This is Part Three of our look back at the history of NewsChannel 32, a television station that provided in-depth coverage of local news and sports for Northeast Georgia. In Part One, we took a look at the formation of the station and the work of its news department, and you can read it here. In Part Two, we explored the reputation and reach of its sports department, and you can read it here.

If you can name it, Michael Castengera has probably done it.

He’s been a reporter and an editor. 

He’s worked in print journalism and broadcast journalism.

He’s run a local radio station and served as a consultant to some of the biggest media companies in the country.

It was a breadth of professional experience that made him the natural fit to lead a new hybrid journalism project at the University of Georgia that mixed education and newsgathering as WNEG — long a fixture for Northeast Georgia — migrated its operations south.

“When they acquired the station, because I had been a general manager, they decided that I would be the logical one to take over when we do it,” Castengera said with a laugh. “Well, like an idiot, I agreed.”

The promise of the station under the control of the University of Georgia made sense in the abstract, pairing one of the nation’s premier journalism programs with a professional, commercial television station to help create a learning laboratory. It represented a significant shift from the original intent of WNEG, which functioned largely as a community asset that focused on the stories of the small communities throughout the region.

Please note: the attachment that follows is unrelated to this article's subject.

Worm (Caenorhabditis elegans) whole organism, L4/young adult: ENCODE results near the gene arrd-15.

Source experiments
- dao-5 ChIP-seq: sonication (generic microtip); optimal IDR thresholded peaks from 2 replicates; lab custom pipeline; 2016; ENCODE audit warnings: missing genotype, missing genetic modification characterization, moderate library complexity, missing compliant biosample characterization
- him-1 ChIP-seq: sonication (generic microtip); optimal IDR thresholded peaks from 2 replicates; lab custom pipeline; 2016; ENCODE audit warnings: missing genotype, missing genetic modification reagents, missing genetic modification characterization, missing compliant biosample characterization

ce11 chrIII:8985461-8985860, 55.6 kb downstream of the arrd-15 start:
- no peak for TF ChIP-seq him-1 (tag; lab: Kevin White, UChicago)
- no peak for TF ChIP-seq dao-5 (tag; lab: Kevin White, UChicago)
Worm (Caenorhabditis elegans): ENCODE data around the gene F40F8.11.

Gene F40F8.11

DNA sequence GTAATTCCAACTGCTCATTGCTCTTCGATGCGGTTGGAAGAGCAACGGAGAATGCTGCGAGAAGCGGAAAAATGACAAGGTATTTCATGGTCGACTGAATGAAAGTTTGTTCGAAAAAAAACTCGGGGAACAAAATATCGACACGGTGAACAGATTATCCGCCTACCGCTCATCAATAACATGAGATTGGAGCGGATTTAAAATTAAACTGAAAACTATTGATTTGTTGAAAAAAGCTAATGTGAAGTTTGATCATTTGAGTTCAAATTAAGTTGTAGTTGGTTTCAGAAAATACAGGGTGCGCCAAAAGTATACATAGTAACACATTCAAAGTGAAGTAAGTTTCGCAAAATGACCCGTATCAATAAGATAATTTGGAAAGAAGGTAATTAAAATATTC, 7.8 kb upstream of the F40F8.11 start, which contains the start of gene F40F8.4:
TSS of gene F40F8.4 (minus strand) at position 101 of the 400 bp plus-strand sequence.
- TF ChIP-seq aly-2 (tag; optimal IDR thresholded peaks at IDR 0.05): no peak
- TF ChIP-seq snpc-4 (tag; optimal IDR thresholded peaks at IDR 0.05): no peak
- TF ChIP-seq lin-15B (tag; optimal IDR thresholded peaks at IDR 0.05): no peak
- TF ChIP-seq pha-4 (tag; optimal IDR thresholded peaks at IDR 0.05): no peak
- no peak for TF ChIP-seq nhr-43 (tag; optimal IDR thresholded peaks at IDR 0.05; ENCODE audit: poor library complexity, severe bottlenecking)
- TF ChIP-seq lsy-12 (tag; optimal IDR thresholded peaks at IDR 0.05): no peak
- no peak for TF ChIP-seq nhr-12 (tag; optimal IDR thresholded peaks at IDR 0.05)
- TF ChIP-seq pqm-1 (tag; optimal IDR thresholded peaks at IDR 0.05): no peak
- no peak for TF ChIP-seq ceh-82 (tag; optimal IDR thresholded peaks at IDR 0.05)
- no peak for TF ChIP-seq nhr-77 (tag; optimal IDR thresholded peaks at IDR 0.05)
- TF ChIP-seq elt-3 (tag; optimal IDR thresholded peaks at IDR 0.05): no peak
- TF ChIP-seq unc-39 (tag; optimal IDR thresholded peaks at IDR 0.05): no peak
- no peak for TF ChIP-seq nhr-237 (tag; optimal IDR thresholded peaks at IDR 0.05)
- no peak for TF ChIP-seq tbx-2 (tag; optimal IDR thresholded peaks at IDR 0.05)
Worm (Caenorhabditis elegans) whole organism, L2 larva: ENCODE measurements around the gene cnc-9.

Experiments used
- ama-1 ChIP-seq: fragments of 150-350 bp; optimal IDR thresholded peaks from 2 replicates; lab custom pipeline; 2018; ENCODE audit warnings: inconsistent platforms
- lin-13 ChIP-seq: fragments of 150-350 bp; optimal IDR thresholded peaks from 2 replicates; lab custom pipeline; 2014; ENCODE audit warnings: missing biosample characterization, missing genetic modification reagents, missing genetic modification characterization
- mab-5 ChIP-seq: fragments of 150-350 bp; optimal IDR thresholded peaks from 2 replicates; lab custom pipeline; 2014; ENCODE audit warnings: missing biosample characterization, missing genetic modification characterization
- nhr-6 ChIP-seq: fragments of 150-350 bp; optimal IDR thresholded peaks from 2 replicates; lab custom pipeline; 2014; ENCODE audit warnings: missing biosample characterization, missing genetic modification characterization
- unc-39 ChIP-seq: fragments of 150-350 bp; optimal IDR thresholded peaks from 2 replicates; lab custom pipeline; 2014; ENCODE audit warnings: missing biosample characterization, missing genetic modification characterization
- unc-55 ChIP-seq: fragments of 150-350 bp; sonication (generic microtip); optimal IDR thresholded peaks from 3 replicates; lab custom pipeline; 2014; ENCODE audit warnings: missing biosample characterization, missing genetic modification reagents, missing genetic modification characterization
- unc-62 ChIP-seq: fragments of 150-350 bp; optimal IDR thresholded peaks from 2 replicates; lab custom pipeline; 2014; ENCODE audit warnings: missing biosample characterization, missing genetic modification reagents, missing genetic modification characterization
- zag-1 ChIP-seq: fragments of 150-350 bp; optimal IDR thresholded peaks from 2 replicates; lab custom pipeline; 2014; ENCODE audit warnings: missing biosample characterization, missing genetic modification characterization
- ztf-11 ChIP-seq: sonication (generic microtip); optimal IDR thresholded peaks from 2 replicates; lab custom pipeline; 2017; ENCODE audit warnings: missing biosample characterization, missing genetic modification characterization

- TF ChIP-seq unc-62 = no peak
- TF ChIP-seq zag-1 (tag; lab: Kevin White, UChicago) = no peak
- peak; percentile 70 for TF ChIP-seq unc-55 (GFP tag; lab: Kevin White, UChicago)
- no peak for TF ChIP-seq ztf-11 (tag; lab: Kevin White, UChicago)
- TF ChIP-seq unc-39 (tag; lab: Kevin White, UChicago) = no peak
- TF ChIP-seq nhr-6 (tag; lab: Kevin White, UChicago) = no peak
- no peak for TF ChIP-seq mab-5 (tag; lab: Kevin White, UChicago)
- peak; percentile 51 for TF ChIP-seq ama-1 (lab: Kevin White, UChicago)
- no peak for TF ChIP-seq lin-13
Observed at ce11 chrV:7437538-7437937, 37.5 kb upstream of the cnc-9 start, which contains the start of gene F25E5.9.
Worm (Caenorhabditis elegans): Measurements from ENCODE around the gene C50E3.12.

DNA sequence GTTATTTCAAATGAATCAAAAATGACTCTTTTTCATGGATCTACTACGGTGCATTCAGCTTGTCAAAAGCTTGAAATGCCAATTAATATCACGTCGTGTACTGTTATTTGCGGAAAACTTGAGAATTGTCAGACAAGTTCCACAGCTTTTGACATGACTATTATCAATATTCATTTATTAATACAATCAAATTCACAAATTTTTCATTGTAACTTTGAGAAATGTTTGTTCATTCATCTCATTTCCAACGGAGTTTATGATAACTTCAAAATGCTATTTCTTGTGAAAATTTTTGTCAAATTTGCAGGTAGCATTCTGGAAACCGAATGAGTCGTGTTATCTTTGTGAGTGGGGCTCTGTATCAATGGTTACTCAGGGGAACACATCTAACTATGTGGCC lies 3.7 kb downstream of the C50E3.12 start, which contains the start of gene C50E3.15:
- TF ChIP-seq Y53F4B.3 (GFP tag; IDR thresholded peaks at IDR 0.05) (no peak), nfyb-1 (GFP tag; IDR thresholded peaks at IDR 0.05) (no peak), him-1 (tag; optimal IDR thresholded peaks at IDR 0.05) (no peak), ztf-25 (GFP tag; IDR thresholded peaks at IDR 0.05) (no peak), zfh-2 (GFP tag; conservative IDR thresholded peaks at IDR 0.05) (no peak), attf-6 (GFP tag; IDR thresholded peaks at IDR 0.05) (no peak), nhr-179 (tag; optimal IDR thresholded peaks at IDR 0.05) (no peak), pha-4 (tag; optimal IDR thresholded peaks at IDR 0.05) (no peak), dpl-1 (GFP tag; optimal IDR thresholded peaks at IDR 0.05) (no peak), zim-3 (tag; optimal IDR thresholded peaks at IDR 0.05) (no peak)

For the game

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Photo of Calvin Johnson courtesy of the Atlanta Journal-Constitution by Marlene Karas

It just came to him one day.

IJ Rosenberg, the president of the sports marketing firm Score Atlanta and former beat writer for the Atlanta Journal-Constitution among other sport-related titles, was the man behind the idea for a Georgia High School Football Hall of Fame. 

“One of the things I noticed was there wasn’t a hall of fame in Georgia that was specifically for high school football,” Rosenberg said. “You had a state hall of fame that had football players in it, but there was not one just for football. 

“And if you really look at Georgia, it’s right there with Florida, California and Texas as the biggest football states.”

Betting on belief: The story of Georgia Tech’s wild win over No. 1 Virginia in 1990

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Photo courtesy of the Atlanta Journal-Constitution

This is a guest feature article from Bill Chastain, a veteran sportswriter who worked for the Tampa Bay Tribune for several years covering everything from Major League Baseball to golf, before working for MLB.com to cover the Tampa Bay Rays. A freelance writer living in Atlanta, he also is the author of several books, including Peachtree Corvette Club and The Streak.

Georgia Tech’s football team flew to Charlottesville on November 2, 1990. They went straight to Scott Stadium for a light workout that Friday. A date with No. 1 Virginia awaited the following day.